The first cannabis shipments from Latin America to Europe have been approved, a move that could lay the groundwork for future business opportunities between the two regions.
Cansativa GmbH, a German importer of medical cannabis that currently sources product only from the Netherlands, received a one-time authorization to import samples from Latin America exclusively for testing purposes.
While the products will not supply pharmacies or patients, the imports will help the company develop relationships with potential suppliers, Jakob Sons, co-founder and CEO of Cansativa, told Marijuana Business Daily.
It also allows suppliers to test logistical “pain points” in what would be a new supply chain – from Latin America to Germany – and pave the way for larger, future imports for commercial purposes, he said.
Two companies, Colombia-based Clever Leaves and Uruguay-based Fotmer Life Sciences, will provide the samples for analysis.
Both companies still need to receive EU-Good Manufacturing Practice certification and meet other requirements before their products can be sold in Germany.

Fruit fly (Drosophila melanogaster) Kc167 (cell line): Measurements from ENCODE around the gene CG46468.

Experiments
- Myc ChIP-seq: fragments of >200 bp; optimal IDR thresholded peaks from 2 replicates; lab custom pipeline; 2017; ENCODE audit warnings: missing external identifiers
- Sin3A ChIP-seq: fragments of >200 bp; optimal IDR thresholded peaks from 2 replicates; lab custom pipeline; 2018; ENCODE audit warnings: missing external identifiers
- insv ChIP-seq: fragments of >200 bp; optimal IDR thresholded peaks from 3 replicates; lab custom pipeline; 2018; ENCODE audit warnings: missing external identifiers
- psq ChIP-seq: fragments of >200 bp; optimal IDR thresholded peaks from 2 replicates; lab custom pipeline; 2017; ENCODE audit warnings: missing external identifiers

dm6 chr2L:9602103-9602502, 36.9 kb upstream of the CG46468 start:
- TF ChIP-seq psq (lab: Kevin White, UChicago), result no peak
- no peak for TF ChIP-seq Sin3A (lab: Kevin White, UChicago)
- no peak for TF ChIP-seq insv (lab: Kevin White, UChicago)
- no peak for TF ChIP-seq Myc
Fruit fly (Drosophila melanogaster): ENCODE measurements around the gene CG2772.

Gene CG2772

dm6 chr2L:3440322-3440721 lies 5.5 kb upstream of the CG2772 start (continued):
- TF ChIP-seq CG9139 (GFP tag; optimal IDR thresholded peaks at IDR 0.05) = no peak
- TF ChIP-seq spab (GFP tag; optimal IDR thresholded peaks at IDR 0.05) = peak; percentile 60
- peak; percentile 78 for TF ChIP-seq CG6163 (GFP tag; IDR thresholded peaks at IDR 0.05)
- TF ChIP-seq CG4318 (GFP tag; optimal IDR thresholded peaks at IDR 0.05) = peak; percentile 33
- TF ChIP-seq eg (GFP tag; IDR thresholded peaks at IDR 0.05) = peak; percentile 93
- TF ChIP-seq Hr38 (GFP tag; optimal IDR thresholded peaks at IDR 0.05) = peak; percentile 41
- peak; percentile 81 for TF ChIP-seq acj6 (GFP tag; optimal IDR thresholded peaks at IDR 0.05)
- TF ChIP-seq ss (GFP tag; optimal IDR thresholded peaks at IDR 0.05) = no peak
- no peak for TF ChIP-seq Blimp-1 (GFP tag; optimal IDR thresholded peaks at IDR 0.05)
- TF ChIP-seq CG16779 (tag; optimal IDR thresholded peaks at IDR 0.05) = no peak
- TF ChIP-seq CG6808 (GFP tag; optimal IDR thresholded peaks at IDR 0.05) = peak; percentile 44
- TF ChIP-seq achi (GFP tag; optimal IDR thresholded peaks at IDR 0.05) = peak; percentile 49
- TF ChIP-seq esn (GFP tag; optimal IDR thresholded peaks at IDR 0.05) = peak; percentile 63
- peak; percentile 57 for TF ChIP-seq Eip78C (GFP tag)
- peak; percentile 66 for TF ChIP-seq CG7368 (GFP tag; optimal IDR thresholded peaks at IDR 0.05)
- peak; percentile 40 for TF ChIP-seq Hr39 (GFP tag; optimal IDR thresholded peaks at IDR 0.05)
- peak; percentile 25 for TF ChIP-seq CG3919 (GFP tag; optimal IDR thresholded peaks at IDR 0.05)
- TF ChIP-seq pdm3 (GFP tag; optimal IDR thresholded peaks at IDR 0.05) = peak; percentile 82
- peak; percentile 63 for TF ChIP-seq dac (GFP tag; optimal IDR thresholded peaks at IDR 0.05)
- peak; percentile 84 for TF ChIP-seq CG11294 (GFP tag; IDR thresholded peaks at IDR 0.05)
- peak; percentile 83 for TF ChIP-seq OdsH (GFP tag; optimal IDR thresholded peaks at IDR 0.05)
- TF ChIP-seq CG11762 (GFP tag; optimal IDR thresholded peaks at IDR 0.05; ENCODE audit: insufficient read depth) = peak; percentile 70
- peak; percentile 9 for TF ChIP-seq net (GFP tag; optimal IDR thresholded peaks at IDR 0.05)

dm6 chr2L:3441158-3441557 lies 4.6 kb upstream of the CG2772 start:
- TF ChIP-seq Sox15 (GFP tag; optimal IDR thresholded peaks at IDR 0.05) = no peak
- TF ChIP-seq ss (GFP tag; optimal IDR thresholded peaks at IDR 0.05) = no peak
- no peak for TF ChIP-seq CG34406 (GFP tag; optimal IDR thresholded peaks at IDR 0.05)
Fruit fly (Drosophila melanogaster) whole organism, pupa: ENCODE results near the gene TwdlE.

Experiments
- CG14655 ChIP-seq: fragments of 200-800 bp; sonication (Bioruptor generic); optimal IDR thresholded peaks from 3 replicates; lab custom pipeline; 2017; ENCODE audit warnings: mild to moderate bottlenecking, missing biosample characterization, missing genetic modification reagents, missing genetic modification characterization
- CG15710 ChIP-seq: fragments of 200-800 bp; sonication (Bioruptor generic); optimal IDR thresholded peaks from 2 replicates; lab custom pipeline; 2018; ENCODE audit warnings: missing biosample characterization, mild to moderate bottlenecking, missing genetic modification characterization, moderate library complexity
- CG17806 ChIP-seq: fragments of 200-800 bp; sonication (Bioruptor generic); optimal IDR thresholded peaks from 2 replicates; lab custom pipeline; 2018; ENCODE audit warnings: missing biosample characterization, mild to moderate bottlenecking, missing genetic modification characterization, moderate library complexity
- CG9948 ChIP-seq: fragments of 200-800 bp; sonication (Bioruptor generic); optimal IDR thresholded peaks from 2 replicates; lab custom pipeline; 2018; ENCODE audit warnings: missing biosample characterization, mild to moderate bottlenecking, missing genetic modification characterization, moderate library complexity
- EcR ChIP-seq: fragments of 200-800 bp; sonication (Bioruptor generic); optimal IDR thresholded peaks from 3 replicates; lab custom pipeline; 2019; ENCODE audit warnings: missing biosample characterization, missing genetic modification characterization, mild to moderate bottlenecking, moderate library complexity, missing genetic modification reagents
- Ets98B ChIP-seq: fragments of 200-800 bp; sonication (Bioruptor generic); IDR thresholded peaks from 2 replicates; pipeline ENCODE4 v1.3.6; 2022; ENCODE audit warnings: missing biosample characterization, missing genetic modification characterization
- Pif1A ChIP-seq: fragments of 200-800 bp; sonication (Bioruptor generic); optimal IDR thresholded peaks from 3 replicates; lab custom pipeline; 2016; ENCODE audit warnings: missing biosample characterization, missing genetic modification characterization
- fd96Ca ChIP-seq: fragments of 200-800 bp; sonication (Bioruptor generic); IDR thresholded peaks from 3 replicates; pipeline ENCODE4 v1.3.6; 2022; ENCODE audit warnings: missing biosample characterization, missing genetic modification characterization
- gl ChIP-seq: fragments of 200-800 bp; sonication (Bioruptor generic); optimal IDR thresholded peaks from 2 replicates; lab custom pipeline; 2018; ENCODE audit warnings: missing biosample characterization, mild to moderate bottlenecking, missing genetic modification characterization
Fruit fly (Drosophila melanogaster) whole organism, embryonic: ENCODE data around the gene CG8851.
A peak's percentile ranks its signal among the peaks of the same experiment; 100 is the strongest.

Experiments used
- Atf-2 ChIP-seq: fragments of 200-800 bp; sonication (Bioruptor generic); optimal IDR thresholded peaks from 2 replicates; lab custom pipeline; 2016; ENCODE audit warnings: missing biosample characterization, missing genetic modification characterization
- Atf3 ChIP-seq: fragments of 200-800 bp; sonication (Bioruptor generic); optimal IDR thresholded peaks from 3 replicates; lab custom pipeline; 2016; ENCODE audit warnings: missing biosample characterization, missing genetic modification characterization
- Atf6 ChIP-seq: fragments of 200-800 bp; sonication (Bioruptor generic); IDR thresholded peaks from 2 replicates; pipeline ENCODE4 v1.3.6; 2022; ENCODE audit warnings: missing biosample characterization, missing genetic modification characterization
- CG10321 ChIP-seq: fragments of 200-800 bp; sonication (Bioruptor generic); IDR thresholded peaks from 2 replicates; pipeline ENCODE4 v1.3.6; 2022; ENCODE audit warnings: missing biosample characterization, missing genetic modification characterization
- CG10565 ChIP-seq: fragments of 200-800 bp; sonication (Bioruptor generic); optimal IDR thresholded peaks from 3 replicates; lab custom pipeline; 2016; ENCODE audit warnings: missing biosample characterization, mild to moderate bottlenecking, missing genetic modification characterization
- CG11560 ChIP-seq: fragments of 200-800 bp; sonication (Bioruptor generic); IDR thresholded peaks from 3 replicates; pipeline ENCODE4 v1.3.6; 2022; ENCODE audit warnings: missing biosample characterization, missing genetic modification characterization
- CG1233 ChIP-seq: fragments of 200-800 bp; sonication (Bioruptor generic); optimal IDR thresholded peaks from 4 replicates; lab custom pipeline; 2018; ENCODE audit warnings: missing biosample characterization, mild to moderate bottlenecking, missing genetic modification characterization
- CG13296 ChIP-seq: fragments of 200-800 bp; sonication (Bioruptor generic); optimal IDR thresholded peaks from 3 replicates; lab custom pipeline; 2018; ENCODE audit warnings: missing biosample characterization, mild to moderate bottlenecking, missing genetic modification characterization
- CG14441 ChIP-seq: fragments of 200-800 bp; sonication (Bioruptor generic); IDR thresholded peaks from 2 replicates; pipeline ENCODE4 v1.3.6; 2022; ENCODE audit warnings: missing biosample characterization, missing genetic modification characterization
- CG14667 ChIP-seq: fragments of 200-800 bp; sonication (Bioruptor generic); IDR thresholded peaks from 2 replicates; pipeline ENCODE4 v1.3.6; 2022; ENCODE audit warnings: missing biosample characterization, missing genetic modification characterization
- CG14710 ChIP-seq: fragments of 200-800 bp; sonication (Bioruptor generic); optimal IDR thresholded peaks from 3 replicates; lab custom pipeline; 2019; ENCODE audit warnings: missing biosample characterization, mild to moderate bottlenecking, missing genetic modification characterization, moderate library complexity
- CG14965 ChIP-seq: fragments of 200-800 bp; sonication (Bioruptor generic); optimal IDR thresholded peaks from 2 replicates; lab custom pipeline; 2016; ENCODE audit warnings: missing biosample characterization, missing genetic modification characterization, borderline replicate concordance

According to Cansativa’s news release, Clever Leaves expects to have the certification “in late 2019,” while a Fotmer spokesperson told MJBizDaily the company expects EU-GMP certification “within months.”
Imports from countries with recreational programs possible
The authorization of an import from Uruguay alongside the ongoing imports from Canada suggests that having a recreational program that is out of compliance with international treaties is irrelevant to German authorities, as long as medicinal production is regulated in compliance with the 1961 Single Convention on Narcotics Drugs.
Sons explained to MJBizDaily that this first step is also meaningful for the industry because there were doubts that imports to Germany from Latin America – especially Uruguay – would ever be possible.
Previous replies from the German government to Parliament said that Uruguay wasn’t complying with international drug control conventions because of its recreational program.
In the same paragraph, authorities said they had no knowledge of medical cannabis licenses in the South American country.
“Since then, things have changed in Uruguay and local regulators granted separate and independent systems for the regulation of production for medical and recreational use, which allowed us to show German regulators that imports from Uruguay should be possible,” Sons said.
Diego Olivera, secretary general of the Uruguayan National Drug Board, confirmed to MJBizDaily that the division of controlled substances of the Health Ministry received questions from the German BfArM in January.
Uruguayan authorities confirmed that the exporting company has a medical license and authorization to export.
Alfredo Pascual can be reached at email@example.com